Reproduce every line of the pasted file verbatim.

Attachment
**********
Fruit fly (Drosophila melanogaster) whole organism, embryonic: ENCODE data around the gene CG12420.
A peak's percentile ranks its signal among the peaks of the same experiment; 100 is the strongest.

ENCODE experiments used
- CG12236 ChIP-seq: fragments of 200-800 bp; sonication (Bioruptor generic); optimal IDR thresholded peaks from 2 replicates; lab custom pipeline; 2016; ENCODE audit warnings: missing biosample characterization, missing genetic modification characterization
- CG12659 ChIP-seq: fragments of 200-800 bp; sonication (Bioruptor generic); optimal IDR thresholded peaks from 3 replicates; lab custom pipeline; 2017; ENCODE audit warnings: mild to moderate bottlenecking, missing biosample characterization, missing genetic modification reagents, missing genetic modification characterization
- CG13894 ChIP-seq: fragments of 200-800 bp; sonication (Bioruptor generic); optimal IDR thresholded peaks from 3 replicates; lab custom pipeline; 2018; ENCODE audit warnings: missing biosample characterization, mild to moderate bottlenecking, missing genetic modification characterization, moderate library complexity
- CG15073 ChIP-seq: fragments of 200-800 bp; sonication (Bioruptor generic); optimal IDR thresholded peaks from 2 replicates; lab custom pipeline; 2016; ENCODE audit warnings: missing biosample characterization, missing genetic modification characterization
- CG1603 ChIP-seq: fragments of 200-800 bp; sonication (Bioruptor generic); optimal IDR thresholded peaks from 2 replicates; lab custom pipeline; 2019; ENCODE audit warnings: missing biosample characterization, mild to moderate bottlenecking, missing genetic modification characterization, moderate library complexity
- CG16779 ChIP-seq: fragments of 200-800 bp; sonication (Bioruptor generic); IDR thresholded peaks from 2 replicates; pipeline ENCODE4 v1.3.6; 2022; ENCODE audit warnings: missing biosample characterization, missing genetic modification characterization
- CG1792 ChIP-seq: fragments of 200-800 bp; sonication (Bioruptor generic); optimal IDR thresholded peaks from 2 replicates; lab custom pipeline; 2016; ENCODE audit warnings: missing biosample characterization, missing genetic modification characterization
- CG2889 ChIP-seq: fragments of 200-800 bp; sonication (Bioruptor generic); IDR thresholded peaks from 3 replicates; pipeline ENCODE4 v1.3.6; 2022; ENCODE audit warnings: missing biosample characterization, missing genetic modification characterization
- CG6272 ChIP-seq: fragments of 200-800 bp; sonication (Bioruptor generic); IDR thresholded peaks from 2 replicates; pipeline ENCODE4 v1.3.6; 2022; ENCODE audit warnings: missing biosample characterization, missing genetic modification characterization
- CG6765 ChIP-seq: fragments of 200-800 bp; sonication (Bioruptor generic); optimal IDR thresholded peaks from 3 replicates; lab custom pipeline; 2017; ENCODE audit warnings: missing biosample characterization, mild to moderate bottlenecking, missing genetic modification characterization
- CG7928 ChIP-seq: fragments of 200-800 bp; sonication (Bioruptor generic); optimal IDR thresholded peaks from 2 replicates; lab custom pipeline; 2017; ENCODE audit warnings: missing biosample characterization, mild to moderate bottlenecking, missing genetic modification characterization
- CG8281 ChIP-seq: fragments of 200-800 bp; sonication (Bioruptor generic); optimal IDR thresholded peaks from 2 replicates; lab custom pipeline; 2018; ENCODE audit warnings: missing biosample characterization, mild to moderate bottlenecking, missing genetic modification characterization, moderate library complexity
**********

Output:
Fruit fly (Drosophila melanogaster) whole organism, embryonic: ENCODE data around the gene CG12420.
A peak's percentile ranks its signal among the peaks of the same experiment; 100 is the strongest.

ENCODE experiments used
- CG12236 ChIP-seq: fragments of 200-800 bp; sonication (Bioruptor generic); optimal IDR thresholded peaks from 2 replicates; lab custom pipeline; 2016; ENCODE audit warnings: missing biosample characterization, missing genetic modification characterization
- CG12659 ChIP-seq: fragments of 200-800 bp; sonication (Bioruptor generic); optimal IDR thresholded peaks from 3 replicates; lab custom pipeline; 2017; ENCODE audit warnings: mild to moderate bottlenecking, missing biosample characterization, missing genetic modification reagents, missing genetic modification characterization
- CG13894 ChIP-seq: fragments of 200-800 bp; sonication (Bioruptor generic); optimal IDR thresholded peaks from 3 replicates; lab custom pipeline; 2018; ENCODE audit warnings: missing biosample characterization, mild to moderate bottlenecking, missing genetic modification characterization, moderate library complexity
- CG15073 ChIP-seq: fragments of 200-800 bp; sonication (Bioruptor generic); optimal IDR thresholded peaks from 2 replicates; lab custom pipeline; 2016; ENCODE audit warnings: missing biosample characterization, missing genetic modification characterization
- CG1603 ChIP-seq: fragments of 200-800 bp; sonication (Bioruptor generic); optimal IDR thresholded peaks from 2 replicates; lab custom pipeline; 2019; ENCODE audit warnings: missing biosample characterization, mild to moderate bottlenecking, missing genetic modification characterization, moderate library complexity
- CG16779 ChIP-seq: fragments of 200-800 bp; sonication (Bioruptor generic); IDR thresholded peaks from 2 replicates; pipeline ENCODE4 v1.3.6; 2022; ENCODE audit warnings: missing biosample characterization, missing genetic modification characterization
- CG1792 ChIP-seq: fragments of 200-800 bp; sonication (Bioruptor generic); optimal IDR thresholded peaks from 2 replicates; lab custom pipeline; 2016; ENCODE audit warnings: missing biosample characterization, missing genetic modification characterization
- CG2889 ChIP-seq: fragments of 200-800 bp; sonication (Bioruptor generic); IDR thresholded peaks from 3 replicates; pipeline ENCODE4 v1.3.6; 2022; ENCODE audit warnings: missing biosample characterization, missing genetic modification characterization
- CG6272 ChIP-seq: fragments of 200-800 bp; sonication (Bioruptor generic); IDR thresholded peaks from 2 replicates; pipeline ENCODE4 v1.3.6; 2022; ENCODE audit warnings: missing biosample characterization, missing genetic modification characterization
- CG6765 ChIP-seq: fragments of 200-800 bp; sonication (Bioruptor generic); optimal IDR thresholded peaks from 3 replicates; lab custom pipeline; 2017; ENCODE audit warnings: missing biosample characterization, mild to moderate bottlenecking, missing genetic modification characterization
- CG7928 ChIP-seq: fragments of 200-800 bp; sonication (Bioruptor generic); optimal IDR thresholded peaks from 2 replicates; lab custom pipeline; 2017; ENCODE audit warnings: missing biosample characterization, mild to moderate bottlenecking, missing genetic modification characterization
- CG8281 ChIP-seq: fragments of 200-800 bp; sonication (Bioruptor generic); optimal IDR thresholded peaks from 2 replicates; lab custom pipeline; 2018; ENCODE audit warnings: missing biosample characterization, mild to moderate bottlenecking, missing genetic modification characterization, moderate library complexity